Caring means taking the time to understand the unique challenges Black women experience. Caring means having an open dialogue about how healthcare systems and communities need to change to support Black women and families. Caring means working to reduce health disparities by any means necessary and sustaining efforts with and in Black communities to improve health.

To learn more ways you can support efforts to improve health among Black women on the Mississippi Gulf Coast, visit www.sheahealth.org/advocates

 

Find out more about the health benefits of breastfeeding, the importance of getting a flu vaccine, and more fun facts in our SHEA Breastfeeding Mini-Magazine.

Interview With Dr. Vivian Malone

Women have made up 80 percent of the education workforce for the past five years, according to the most recent data from the Mississippi Department of Education, and more than one out of every ten teachers in traditional public schools are under the age of 30, which means many teachers may be at an age where they are starting or adding to their families. Breastfeeding at work can be challenging for many women, and teachers are not exempt from those challenges.

Dr. Vivian Malone, head principal at Popp’s Ferry Elementary School in Biloxi and a member of the Pascagoula-Gautier School Board of Trustees, shared her perspective on breastfeeding and the roles schools play in promoting healthy behaviors among employees and parents with us.

Let’s talk a little bit about your personal experience with breastfeeding. Did you breastfeed your children? I did not breastfeed my children. I have three children, who are 30, 25, and 19. When I was younger, breastfeeding was just not promoted as much as it is now. But I know for a fact my mother and grandmother breastfed.

What is your view on breastfeeding today? I believe breastfeeding is a very healthy choice for mothers as well as their babies. More than that, it is less costly than formula. I often tell the story of how my daughter had a hard time adjusting to formula, and my doctor never once suggested that I breastfeed. I think that would have been much easier for her and me because I tried so many different formulas. When I meet young mothers, I do encourage them to consider breastfeeding. It brings your baby closer to you, and breastfed babies tend to be healthier.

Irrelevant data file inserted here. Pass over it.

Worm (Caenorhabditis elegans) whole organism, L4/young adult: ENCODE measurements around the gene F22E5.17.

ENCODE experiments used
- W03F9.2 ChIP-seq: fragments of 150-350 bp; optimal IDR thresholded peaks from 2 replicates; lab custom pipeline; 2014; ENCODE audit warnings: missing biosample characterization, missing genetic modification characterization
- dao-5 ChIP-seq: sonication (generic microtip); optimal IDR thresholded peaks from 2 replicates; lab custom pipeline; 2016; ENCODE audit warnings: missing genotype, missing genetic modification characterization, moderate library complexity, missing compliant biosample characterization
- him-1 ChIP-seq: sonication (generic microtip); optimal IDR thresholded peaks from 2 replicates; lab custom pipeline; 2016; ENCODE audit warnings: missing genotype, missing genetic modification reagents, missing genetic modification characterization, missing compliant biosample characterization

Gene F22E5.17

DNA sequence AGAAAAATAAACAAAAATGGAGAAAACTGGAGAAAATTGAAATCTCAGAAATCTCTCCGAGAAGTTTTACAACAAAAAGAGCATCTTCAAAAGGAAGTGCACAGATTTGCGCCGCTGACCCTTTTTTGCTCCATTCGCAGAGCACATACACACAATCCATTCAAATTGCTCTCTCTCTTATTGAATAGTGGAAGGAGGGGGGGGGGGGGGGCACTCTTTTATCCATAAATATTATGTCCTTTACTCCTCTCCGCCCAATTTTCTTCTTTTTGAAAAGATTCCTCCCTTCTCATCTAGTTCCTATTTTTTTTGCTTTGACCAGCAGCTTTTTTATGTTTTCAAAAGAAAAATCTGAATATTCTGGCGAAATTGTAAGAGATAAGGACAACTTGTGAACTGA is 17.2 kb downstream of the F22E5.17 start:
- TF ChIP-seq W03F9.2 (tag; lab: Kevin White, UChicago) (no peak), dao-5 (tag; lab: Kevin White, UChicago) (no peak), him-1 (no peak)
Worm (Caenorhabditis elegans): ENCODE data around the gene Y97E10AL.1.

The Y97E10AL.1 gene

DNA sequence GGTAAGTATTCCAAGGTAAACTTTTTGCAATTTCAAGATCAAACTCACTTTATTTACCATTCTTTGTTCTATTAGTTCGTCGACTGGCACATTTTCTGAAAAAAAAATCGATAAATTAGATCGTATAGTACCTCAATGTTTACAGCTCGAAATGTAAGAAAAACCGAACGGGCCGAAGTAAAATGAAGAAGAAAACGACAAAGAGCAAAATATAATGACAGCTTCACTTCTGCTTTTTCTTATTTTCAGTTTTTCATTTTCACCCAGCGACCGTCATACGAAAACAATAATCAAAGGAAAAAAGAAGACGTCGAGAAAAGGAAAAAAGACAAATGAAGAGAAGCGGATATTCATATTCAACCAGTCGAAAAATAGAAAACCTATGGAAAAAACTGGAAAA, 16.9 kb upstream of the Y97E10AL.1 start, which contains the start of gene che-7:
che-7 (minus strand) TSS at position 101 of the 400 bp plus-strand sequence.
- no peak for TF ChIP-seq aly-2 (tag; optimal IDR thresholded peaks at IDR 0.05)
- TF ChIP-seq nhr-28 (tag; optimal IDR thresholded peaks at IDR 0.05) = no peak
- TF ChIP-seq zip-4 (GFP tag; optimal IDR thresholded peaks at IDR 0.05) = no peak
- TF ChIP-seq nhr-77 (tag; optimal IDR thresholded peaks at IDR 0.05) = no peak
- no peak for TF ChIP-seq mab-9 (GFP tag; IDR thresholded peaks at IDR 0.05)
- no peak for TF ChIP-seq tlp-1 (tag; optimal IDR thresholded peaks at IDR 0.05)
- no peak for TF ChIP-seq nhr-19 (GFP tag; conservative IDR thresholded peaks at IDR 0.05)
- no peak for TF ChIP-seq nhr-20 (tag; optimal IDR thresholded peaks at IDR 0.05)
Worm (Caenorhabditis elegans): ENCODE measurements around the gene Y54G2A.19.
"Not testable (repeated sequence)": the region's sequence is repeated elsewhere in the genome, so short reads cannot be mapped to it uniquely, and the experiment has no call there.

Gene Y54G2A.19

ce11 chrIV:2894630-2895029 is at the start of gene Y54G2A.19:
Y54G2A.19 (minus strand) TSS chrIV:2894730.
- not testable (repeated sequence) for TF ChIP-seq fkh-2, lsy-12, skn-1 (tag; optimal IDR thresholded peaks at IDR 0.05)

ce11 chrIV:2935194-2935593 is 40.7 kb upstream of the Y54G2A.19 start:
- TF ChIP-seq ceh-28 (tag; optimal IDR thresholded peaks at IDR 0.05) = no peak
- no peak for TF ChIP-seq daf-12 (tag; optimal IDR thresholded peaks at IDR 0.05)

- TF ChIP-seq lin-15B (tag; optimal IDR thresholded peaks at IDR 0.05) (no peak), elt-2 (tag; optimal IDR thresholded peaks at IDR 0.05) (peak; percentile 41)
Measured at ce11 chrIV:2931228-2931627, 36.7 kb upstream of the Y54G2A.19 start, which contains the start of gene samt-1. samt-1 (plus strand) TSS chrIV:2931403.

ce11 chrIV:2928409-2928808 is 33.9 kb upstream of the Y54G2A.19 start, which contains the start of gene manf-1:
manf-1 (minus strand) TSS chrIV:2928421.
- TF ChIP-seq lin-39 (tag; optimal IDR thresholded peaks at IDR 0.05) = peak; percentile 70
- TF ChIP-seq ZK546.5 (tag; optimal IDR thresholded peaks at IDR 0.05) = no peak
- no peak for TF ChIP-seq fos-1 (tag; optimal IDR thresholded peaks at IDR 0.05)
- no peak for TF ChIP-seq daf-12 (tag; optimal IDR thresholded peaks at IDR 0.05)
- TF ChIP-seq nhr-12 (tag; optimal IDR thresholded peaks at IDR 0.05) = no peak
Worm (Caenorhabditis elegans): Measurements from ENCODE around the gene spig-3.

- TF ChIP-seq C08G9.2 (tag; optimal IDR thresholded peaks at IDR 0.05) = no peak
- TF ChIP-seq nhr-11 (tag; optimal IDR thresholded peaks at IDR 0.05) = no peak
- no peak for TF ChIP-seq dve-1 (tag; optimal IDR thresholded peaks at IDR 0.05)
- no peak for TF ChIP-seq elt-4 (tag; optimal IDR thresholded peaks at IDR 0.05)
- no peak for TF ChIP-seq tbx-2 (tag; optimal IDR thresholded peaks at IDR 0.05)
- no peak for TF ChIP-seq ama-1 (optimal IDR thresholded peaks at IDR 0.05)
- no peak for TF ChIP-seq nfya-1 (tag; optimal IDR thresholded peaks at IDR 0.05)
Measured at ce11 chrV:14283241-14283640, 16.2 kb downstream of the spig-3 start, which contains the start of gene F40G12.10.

Is there any specific advice or words of encouragement you provide mothers who are considering breastfeeding? My words of encouragement would be not to allow someone, especially someone who has never breastfed, to discourage you. Don’t be embarrassed by it. Breastfeeding is natural. Don’t be afraid to work and breastfeed. It is possible to do both. I would suggest speaking about it with your supervisor to see what has been put in place for breastfeeding mothers.

When it comes to the education system, do you feel employees receive the amount of support they need to breastfeed and comfortably come back to work? Most teachers are female and of childbearing age. I can speak specifically about my school. I tell my teachers to not be hesitant to tell me if they have decided to breastfeed. We have set aside a room that is not a bathroom and camera-free, so they can have the privacy they need. [Teachers that are breastfeeding] have a team teacher able to step in for them throughout the day so they can pump when they need to.

I have heard other women talk about how their supervisors were not accommodating, and if they wanted to breastfeed, they would have to go into a bathroom. It didn’t feel sanitary for them to do that, so we made sure to create a comfortable and sanitary place for breastfeeding teachers in our building.